HEY, YOUNG people! Meet Ted Cruz, US senator from Texas, seen in a viral video, cooking bacon with a machine gun and laughing manically. It’s less a policy statement than a ploy for attention, and really, there’s nothing wrong with that. Every politician wants to be where young people are watching — and that isn’t cable news. So Barack Obama deadpans on “Between Two Ferns” to push health care reform. And Cruz, who turns out to be kind of a natural at the hipster-nerd persona, does “Simpsons” impressions on Buzzfeed. Whatevs.
The bigger question is whether the quintessential Buzzfeed reader is going to vote — for Cruz, or for anyone else. How to mobilize America’s youth is a perennial question; I’ve been covering various efforts to rock the vote, yuk up the vote, and shake the vote out of its stupor since I was a newbie voter myself.
The problem is getting worse. Kei Kawashima-Ginsberg, director of CIRCLE, a Tufts-based center that studies civic engagement among young Americans, said the percentage of 18-to-29-year-olds who voted in the 2014 midterm elections was 19.9, the lowest ever recorded, and significantly below the 24 percent who voted in 2010.
Of course, more people of all ages vote in presidential-election years, so there’s serious potential for that number to rise. CIRCLE identified 12.4 million young voters who were registered in 2014, but didn’t cast ballots. Mobilize enough of them, in enough swing states, and you’re talking about the power to move an election.
But reaching young voters won’t be as easy as sharing videos on Facebook, or talking about the cost of college, or hoping that enough of them have settled down with kids. There’s a far bigger barrier than inattention: Mistrust.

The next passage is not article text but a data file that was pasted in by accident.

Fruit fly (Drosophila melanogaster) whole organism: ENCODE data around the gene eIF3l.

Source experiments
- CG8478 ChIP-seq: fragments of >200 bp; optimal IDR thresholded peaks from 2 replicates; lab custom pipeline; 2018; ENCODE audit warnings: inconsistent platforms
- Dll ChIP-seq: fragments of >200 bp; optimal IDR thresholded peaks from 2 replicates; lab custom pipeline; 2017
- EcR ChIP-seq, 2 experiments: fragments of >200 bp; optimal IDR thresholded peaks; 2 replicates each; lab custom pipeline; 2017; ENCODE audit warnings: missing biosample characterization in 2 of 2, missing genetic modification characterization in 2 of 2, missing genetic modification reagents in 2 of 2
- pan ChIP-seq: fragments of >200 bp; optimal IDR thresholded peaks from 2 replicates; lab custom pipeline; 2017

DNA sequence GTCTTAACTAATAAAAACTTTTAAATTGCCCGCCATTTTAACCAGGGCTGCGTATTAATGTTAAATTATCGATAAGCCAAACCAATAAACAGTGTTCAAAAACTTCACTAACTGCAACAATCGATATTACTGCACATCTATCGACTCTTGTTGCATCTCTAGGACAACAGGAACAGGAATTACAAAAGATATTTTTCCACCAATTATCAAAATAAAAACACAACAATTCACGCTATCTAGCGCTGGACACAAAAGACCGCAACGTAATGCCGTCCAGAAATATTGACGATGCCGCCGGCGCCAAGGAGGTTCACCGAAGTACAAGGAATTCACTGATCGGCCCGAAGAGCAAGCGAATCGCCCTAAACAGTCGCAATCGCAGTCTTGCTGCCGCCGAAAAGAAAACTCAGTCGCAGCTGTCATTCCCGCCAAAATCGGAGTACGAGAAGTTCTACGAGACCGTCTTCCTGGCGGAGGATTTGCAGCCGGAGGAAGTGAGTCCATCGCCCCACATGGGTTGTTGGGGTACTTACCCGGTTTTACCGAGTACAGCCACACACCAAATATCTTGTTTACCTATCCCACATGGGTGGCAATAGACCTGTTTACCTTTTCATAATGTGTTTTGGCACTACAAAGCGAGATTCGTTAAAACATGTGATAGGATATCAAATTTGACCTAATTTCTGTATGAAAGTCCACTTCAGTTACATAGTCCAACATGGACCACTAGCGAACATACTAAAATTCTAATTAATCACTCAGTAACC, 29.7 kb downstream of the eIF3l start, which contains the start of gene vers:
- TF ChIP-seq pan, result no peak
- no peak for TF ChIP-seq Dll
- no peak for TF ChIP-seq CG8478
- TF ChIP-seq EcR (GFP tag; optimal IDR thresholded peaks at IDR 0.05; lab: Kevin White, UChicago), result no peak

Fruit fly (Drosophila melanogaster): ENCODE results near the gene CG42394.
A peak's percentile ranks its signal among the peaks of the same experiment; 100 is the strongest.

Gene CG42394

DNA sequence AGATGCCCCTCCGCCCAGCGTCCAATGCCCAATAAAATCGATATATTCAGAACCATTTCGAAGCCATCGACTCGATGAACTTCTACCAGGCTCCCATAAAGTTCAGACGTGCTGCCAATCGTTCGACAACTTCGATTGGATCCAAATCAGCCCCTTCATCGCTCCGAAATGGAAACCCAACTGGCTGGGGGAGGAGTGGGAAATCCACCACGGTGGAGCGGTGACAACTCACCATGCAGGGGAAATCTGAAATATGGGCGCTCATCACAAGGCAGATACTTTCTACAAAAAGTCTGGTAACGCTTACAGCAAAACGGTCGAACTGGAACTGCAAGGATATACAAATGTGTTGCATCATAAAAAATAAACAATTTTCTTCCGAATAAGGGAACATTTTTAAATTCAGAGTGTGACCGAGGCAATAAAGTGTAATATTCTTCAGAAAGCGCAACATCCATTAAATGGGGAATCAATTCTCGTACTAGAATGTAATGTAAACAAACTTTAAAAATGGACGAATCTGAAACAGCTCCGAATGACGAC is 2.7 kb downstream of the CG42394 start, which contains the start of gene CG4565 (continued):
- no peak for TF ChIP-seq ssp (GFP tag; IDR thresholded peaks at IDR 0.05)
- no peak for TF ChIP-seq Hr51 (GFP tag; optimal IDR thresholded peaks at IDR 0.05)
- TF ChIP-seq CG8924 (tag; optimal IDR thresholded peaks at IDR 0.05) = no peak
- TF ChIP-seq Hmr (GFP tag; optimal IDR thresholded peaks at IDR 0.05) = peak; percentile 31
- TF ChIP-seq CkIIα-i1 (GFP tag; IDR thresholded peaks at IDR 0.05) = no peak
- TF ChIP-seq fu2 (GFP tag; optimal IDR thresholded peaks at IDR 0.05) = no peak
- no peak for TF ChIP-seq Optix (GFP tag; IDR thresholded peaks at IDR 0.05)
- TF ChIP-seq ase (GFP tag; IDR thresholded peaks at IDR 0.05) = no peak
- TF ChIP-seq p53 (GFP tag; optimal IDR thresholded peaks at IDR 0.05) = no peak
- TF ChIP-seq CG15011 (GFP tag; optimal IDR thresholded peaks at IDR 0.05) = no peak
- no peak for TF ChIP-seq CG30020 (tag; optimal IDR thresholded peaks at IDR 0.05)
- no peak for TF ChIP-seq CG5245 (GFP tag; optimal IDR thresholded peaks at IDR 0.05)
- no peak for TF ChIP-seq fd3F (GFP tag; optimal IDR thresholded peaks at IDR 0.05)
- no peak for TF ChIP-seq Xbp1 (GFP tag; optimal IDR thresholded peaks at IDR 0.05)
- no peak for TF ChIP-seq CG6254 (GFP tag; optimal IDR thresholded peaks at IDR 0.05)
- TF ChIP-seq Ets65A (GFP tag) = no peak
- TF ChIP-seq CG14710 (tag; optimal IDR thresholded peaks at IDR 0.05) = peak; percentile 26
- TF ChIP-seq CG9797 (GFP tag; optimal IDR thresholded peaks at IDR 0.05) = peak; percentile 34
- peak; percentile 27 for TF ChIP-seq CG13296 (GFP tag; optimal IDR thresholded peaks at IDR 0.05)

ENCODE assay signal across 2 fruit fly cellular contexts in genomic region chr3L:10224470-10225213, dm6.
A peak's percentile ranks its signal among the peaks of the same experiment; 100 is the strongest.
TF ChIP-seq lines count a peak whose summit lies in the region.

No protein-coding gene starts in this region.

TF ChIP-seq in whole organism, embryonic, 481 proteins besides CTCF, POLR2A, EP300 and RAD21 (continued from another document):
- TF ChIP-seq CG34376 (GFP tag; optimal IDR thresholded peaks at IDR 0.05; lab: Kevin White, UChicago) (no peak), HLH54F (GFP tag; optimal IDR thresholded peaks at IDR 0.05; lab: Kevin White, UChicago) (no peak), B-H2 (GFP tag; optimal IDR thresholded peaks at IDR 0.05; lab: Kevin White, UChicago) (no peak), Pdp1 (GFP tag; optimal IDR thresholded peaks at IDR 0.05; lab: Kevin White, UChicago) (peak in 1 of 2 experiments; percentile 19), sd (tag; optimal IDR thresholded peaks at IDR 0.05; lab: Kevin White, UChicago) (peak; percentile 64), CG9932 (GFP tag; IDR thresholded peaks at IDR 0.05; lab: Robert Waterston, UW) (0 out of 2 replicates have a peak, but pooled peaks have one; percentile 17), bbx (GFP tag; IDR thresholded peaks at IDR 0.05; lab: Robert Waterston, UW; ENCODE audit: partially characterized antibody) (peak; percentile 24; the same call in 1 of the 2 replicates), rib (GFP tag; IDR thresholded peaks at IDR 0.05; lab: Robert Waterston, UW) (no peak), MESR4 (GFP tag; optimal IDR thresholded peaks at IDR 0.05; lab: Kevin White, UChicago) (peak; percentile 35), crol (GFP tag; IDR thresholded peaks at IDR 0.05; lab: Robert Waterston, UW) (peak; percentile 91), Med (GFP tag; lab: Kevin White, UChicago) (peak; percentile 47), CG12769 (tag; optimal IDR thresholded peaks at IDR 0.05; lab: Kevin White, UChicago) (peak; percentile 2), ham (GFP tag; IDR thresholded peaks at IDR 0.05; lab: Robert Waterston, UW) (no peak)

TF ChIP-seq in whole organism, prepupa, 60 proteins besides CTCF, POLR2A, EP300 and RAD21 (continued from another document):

Every year, Harvard’s Institute of Politics surveys 18-to-29-year-olds across the country about their attitudes toward politics and public service. This year’s survey asked how much millennials trust a range of institutions to “do the right thing” all or most of the time. The president? 36 percent. Congress? 18 percent. Predictable, maybe; Jon Stewart moaned about those people every night.
But state and local government did just as poorly — 30 percent and 33 percent, respectively. Kawashima-Ginsberg says young voters aren’t disengaged; they’re mulling over issues, staging protests, thinking deeply. It’s just that three-quarters of them “don’t think that politics as usual, which is voting, is an effective means of changing society.”
How did we get from fighting for the vote to dismissing it as meaningless? Blame the recession, which has kept so many young people from jobs, homes, and stability. Blame our current politicians, peddling gridlock and attacks. Blame the culture at large, the pox-on-all-houses rhetoric that has helped Donald Trump’s cartoon nihilism take hold.
It’s unclear whether any earnest politician can break the spell. Viral videos aren’t going to do it. But the tussles between Black Lives Matter activists and the Hillary Clinton and Bernie Sanders campaigns are an interesting test case. In a private meeting with protesters in New Hampshire last week, Clinton made a practical case for working within the system. “I don’t believe you change hearts,” she said. “I believe you change laws, you change allocation of resources, you change the way systems operate.” The protesters didn’t seem convinced.
Sanders, meanwhile, ceded an entire campaign rally to protesters in Seattle, and has lately added racial justice to his stump speech. It’s a smart way, Kawashima-Ginsberg said, to appeal to a millennial sense of “leading the way, creating campaigns and movements.”
And if that movement doesn’t lead back to the voting booth? Then we have a much bigger problem.
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